Essential amino acid

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Essential amino acids are supplied by a healthy diet.

An essential amino acid or indispensable amino acid is an amino acid that cannot be synthesized de novo by the organism (usually referring to humans), and therefore must be supplied in the diet.


[edit] Essentiality vs. conditional essentiality in humans

Eight amino acids are generally regarded as essential for humans: phenylalanine, valine, threonine, tryptophan, isoleucine, methionine, leucine, and lysine.[1] Cysteine (or sulphur-containing amino acids), tyrosine (or aromatic amino acids), histidine and arginine are additionally required by infants and growing children.[2][3] Essential amino acids are so called not because they are more important to life than the others, but because the body does not synthesize them, making it essential to include them in one's diet in order to obtain them. In addition, the amino acids arginine, cysteine, glycine, glutamine, histidine, proline, serine and tyrosine are considered conditionally essential, meaning they are not normally required in the diet, but must be supplied exogenously to specific populations that do not synthesize it in adequate amounts.[4][5] An example would be with the disease phenylketonuria (PKU). Individuals living with PKU must keep their intake of phenylalanine extremely low to prevent mental retardation and other metabolic complications. However, phenylalanine is the precursor for tyrosine synthesis. Without phenylalanine, tyrosine cannot be made and so tyrosine becomes essential in the diet of PKU patients.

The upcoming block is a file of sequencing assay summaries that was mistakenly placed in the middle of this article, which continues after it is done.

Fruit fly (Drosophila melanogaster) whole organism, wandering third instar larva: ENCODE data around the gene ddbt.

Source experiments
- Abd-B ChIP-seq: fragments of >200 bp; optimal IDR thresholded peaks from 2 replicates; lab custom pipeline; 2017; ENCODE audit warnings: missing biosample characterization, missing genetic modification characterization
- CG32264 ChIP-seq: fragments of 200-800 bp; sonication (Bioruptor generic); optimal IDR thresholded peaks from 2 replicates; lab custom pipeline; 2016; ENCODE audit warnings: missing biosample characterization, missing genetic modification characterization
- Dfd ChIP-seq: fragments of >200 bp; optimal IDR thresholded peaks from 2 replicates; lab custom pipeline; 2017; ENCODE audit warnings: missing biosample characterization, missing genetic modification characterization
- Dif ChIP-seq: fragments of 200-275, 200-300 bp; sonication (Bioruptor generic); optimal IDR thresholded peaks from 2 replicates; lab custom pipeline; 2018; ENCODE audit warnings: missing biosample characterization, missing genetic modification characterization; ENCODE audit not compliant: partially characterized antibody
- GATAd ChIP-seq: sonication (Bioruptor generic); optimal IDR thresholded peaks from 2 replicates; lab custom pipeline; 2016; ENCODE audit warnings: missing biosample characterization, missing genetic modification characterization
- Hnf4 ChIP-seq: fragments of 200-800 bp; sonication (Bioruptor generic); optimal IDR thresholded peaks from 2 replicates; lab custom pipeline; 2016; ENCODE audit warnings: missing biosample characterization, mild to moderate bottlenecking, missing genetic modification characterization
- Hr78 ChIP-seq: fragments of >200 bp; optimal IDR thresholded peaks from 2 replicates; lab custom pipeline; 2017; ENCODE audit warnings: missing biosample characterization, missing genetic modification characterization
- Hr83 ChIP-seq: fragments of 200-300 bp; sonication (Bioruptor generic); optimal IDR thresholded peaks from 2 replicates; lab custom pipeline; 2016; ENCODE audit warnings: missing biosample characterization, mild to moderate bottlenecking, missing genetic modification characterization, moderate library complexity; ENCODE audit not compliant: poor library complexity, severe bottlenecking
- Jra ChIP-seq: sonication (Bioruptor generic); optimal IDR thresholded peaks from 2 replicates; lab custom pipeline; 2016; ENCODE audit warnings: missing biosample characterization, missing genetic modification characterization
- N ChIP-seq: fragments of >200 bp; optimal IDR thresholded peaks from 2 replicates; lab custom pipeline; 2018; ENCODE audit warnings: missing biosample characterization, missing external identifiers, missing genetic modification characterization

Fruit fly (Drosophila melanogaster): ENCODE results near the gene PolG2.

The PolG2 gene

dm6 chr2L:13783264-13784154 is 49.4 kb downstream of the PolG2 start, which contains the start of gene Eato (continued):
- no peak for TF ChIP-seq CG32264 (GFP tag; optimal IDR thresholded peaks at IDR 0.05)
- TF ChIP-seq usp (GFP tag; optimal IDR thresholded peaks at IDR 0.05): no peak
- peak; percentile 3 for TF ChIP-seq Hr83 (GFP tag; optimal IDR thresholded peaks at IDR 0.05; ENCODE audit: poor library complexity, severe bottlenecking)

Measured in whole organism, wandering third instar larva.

The distinction between essential and non-essential amino acids is somewhat unclear, as some amino acids can be produced from others. The sulfur-containing amino acids, methionine and homocysteine, can be converted into each other but neither can be synthesized de novo in humans. Likewise, cysteine can be made from homocysteine but cannot be synthesized on its own. So, for convenience, sulfur-containing amino acids are sometimes considered a single pool of nutritionally-equivalent amino acids as are the aromatic amino acid pair, phenylalanine and tyrosine. Likewise arginine, ornithine, and citrulline, which are interconvertible by the urea cycle, are considered a single group.

[edit] Recommended daily amounts

Estimating the daily requirement for the indispensable amino acids has proven to be difficult; these numbers have undergone considerable revision over the last 20 years. The following table lists the WHO recommended daily amounts currently in use for essential amino acids in adult humans, together with their standard one-letter abbreviations.[3]

Amino acid mg per kg body weight mg per 70 kg mg per 100 kg
I Isoleucine 20 1400 2000
L Leucine 39 2730 3900
K Lysine 30 2100 3000
M Methionine

+ C Cysteine

15 (total) 1050 1500
F Phenylalanine

+ Y Tyrosine

25 (total) 1750 2500
T Threonine 15 1050 1500
W Tryptophan 4 280 400
V Valine 26 1820 2600

The recommended daily intakes for children aged three years and older is 10% to 20% higher than adult levels and those for infants can be as much as 150% higher in the first year of life.

[edit] Use of essential amino acids

Foodstuffs that lack essential amino acids are poor sources of protein equivalents, as the body tends to deaminate the amino acids obtained, converting proteins into fats and carbohydrates[6]. Therefore, a balance of essential amino acids is necessary for a high degree of net protein utilization, which is the mass ratio of amino acids converted to proteins to amino acids supplied.